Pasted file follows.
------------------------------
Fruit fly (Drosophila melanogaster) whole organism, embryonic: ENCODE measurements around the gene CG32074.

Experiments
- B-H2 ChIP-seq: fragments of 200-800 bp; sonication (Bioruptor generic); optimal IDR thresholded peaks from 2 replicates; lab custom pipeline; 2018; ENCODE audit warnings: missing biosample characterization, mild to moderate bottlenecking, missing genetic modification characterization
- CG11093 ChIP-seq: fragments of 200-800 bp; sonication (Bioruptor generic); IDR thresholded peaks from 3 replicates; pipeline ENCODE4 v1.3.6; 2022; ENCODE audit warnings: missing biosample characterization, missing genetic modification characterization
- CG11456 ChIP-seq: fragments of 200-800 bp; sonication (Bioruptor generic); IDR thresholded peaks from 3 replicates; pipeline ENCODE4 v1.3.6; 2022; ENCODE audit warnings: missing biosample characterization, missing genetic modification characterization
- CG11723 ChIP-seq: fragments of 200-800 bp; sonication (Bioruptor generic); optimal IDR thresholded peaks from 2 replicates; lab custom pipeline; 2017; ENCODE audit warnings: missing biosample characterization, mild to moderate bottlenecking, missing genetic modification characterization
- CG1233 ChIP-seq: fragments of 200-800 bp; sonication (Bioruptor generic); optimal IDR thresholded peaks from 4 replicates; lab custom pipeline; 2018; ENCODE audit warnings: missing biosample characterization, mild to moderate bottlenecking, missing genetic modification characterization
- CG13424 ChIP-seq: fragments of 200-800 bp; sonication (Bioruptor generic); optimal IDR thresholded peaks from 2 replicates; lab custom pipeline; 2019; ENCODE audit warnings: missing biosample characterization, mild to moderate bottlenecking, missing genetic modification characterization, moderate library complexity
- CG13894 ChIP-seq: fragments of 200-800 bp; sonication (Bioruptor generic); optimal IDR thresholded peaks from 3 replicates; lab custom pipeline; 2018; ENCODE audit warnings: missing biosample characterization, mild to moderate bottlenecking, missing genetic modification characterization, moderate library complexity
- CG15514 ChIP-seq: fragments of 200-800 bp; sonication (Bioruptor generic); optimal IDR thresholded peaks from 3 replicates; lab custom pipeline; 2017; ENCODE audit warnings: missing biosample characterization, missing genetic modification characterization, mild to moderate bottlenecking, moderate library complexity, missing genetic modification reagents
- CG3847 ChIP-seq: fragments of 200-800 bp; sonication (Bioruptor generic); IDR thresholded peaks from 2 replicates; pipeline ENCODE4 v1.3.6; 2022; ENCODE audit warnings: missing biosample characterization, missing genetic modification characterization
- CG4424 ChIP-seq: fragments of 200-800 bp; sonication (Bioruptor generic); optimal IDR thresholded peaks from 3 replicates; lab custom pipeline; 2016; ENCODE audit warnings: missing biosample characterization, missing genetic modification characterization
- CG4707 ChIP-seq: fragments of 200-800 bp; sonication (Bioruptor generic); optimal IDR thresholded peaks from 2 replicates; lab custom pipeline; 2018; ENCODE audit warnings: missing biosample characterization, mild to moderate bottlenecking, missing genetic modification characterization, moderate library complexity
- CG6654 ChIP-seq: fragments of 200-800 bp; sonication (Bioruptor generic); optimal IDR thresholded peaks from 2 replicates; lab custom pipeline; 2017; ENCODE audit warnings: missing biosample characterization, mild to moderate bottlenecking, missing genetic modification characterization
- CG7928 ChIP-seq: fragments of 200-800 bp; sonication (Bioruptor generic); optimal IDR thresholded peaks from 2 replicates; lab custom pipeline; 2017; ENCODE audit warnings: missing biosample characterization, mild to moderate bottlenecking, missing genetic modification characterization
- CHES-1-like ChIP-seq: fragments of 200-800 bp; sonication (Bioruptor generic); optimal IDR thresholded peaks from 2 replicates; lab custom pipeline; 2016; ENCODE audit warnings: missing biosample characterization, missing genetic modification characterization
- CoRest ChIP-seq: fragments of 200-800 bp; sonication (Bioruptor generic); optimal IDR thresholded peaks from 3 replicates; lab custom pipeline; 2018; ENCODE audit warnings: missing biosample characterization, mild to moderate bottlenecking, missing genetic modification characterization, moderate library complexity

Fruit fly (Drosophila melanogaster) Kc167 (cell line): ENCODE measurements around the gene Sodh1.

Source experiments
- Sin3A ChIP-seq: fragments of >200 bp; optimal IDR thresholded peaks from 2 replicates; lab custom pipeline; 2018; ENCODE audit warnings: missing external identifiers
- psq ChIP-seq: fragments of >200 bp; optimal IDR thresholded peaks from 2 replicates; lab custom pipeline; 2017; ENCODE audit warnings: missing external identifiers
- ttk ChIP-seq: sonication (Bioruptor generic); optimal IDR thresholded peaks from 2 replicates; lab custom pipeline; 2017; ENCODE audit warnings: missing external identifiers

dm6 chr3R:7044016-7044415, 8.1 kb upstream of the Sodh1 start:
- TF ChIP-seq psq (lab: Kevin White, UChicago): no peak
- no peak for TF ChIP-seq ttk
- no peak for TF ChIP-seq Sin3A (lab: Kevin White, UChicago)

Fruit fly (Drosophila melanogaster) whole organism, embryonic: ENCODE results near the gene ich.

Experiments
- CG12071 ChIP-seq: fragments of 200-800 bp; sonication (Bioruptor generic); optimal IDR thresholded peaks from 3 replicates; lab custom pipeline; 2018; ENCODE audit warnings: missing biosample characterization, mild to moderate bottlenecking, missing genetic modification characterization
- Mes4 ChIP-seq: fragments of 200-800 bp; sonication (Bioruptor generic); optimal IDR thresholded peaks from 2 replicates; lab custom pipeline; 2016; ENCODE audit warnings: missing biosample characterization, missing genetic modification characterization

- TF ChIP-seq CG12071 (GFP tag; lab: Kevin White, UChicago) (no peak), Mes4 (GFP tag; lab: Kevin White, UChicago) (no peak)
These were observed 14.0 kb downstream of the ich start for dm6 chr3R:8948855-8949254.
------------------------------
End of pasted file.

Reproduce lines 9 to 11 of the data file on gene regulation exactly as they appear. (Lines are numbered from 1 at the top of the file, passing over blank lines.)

- CG13894 ChIP-seq: fragments of 200-800 bp; sonication (Bioruptor generic); optimal IDR thresholded peaks from 3 replicates; lab custom pipeline; 2018; ENCODE audit warnings: missing biosample characterization, mild to moderate bottlenecking, missing genetic modification characterization, moderate library complexity
- CG15514 ChIP-seq: fragments of 200-800 bp; sonication (Bioruptor generic); optimal IDR thresholded peaks from 3 replicates; lab custom pipeline; 2017; ENCODE audit warnings: missing biosample characterization, missing genetic modification characterization, mild to moderate bottlenecking, moderate library complexity, missing genetic modification reagents
- CG3847 ChIP-seq: fragments of 200-800 bp; sonication (Bioruptor generic); IDR thresholded peaks from 2 replicates; pipeline ENCODE4 v1.3.6; 2022; ENCODE audit warnings: missing biosample characterization, missing genetic modification characterization